There are probably a lot of people from outside the Northland who don't understand just how hot it can get here in the summertime.  Granted, we don't have extremely long stretches of hot weather - but when we do get warmer temperatures it can easily approach 100 degrees or more.

Many people say that the problem with heat in northern Minnesota and Wisconsin is that it comes with humidity - making it feel even warmer than a similar temperature would in Arizona or Texas.  Nonetheless, we still need to battle the effects that hot temperatures have on our bodies.

So what can we do?

The following tips are sourced from the National Weather Service:

  • Slow down. Reduce, eliminate or reschedule strenuous activities until the coolest time of the day. Children, seniors and anyone with health problems should stay in the coolest available place, not necessarily indoors.
  • Dress for summer. Wear lightweight, light-colored clothing to reflect heat and sunlight.
  • Put less fuel on your inner fires. Foods, like meat and other proteins that increase metabolic heat production also increase water loss.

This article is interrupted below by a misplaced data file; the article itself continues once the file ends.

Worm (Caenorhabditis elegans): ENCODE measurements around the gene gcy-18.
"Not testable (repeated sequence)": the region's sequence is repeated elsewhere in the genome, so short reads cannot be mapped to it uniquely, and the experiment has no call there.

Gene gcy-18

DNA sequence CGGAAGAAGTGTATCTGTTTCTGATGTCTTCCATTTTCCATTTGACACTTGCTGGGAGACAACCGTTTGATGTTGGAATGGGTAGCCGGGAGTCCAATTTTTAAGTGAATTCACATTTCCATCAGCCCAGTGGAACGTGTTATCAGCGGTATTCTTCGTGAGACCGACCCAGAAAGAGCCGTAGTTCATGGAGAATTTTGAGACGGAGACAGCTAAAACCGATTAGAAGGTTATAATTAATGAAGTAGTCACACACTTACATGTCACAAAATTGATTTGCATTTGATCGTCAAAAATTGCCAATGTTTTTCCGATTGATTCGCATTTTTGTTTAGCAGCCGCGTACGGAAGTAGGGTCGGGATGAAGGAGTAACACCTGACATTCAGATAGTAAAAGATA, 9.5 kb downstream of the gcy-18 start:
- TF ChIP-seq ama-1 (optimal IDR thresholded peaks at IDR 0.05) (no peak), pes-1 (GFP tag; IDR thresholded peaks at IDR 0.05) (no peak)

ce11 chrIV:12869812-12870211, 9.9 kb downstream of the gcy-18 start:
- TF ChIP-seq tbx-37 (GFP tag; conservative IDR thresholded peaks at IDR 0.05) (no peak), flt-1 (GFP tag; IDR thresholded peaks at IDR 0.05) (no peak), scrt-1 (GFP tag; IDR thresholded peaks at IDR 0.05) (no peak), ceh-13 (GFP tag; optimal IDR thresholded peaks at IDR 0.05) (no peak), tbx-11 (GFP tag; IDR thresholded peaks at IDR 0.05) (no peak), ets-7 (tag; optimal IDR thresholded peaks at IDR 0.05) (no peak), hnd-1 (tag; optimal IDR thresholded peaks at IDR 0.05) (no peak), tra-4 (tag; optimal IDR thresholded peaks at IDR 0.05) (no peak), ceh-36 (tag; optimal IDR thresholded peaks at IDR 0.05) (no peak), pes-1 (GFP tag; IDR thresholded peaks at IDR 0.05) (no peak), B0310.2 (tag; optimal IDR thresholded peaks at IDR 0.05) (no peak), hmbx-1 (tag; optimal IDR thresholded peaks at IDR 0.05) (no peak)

• Drink plenty of water, non-alcoholic and decaffeinated fluids. Your body needs water to keep cool. Drink plenty of fluids even if you don't feel thirsty. Persons who have epilepsy or heart, kidney or liver disease, are on fluid restrictive diets or have a problem with fluid retention should consult a physician before increasing their consumption of fluids. Do not drink alcoholic beverages and limit caffeinated beverages.
  • Spend more time in air-conditioned places. Air conditioning in homes and other buildings markedly reduces danger from the heat. If you cannot afford an air conditioner, go to a library, store or other location with air conditioning for part of the day.
  • Don't get too much sun. Sunburn reduces your body's ability to dissipate heat.
  • Do not take salt tablets unless specified by a physician.

To learn more, click here.